After reading this chapter, you should be able to:
1.Identify some of the earliest manifestations of heritage tourism.
2 Understand the meaning of heritage and what it entails.
3.Understand the characteristics of cultural tourism and heritage tourism.
4.Recognize the commonalities and overlap between cultural and heritage tourism.
5.Be familiar with tangible and intangible elements of culture.
6.Be aware of the difference between serious and casual cultural/heritage tourists.
INTRODUCTION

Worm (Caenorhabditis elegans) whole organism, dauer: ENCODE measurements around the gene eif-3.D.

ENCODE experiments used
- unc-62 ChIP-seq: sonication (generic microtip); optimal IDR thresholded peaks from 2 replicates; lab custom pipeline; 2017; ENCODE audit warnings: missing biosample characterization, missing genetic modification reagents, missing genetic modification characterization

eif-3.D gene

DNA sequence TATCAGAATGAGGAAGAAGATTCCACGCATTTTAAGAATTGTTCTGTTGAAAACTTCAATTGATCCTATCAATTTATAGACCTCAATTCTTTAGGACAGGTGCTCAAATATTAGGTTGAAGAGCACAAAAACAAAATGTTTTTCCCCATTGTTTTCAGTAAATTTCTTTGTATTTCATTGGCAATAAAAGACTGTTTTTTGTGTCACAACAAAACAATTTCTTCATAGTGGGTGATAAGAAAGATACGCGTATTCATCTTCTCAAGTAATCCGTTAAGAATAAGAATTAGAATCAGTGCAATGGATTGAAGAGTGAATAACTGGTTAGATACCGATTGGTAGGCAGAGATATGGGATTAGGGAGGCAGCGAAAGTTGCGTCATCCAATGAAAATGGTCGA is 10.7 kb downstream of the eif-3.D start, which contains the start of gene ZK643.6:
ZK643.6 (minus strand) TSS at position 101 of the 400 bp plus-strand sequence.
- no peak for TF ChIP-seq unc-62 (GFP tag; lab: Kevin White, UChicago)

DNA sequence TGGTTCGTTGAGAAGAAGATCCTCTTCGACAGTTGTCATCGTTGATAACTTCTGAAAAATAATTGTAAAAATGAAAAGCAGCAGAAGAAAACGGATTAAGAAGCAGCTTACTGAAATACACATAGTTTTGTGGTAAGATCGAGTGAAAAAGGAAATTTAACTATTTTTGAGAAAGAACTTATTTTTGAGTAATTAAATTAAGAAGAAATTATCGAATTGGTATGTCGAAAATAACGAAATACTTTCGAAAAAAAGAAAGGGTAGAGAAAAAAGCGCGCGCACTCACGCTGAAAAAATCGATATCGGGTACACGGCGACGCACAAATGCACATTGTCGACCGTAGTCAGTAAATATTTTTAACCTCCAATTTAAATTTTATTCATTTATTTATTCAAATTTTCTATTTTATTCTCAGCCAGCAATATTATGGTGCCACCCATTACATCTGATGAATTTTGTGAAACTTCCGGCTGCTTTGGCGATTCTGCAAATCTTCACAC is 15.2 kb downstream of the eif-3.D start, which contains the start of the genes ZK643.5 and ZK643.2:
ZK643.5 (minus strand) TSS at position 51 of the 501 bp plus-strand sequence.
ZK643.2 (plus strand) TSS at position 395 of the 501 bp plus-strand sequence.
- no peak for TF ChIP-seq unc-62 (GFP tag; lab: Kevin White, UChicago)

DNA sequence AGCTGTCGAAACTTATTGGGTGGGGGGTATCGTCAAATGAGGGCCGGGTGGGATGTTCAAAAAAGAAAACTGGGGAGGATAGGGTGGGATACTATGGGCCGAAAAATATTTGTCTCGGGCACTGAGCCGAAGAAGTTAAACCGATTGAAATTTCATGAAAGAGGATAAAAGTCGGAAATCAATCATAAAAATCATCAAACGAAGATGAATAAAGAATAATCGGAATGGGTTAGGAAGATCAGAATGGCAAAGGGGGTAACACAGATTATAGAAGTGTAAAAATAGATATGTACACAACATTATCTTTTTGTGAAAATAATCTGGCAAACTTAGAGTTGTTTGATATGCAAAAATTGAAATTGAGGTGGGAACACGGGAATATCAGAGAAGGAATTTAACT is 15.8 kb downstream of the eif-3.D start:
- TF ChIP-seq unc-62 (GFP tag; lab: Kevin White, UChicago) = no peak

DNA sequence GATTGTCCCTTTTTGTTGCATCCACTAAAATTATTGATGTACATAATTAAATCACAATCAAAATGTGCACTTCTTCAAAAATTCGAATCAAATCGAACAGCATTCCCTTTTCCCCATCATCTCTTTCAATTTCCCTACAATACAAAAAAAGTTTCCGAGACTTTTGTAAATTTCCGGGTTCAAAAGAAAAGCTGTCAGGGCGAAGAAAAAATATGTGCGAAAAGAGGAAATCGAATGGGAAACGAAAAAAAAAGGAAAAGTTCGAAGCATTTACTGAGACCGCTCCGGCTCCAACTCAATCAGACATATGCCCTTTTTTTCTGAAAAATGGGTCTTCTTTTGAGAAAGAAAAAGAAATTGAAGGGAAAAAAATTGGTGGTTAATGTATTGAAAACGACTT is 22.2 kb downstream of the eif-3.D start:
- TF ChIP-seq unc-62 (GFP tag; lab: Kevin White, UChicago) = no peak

Since the commencement of the Anthropocene, people have journeyed away from home for many reasons. The world has undergone several phases of human development, including long-distance travel. One of the earliest forms of travel was hunters following their prey and trading with other hunters and gatherers nearby. Transhumance, or the seasonal migration of pastoral peoples with their herds, was an early demonstration of longer distance travel away from the village or family. Eventually, trade in foodstuffs, furs and other animal products, precious metals, spices, textiles and other important commodities led merchants further afield in search of consumer items and profits. In Asia, religious devotion to early forms of Hinduism and Buddhism was manifested in pilgrimages long before the Christian pilgrimage movement to the Holy Land began during the first few centuries after Christ. The widespread Christian pilgrimage phenomenon began shortly after the death of Jesus and was facilitated by the already well-developed shipping routes of the Mediterranean and the expansive Roman highway system. During the medieval period, global explorations and colonization began, leading to more areas of the globe being ‘discovered’ by outsiders.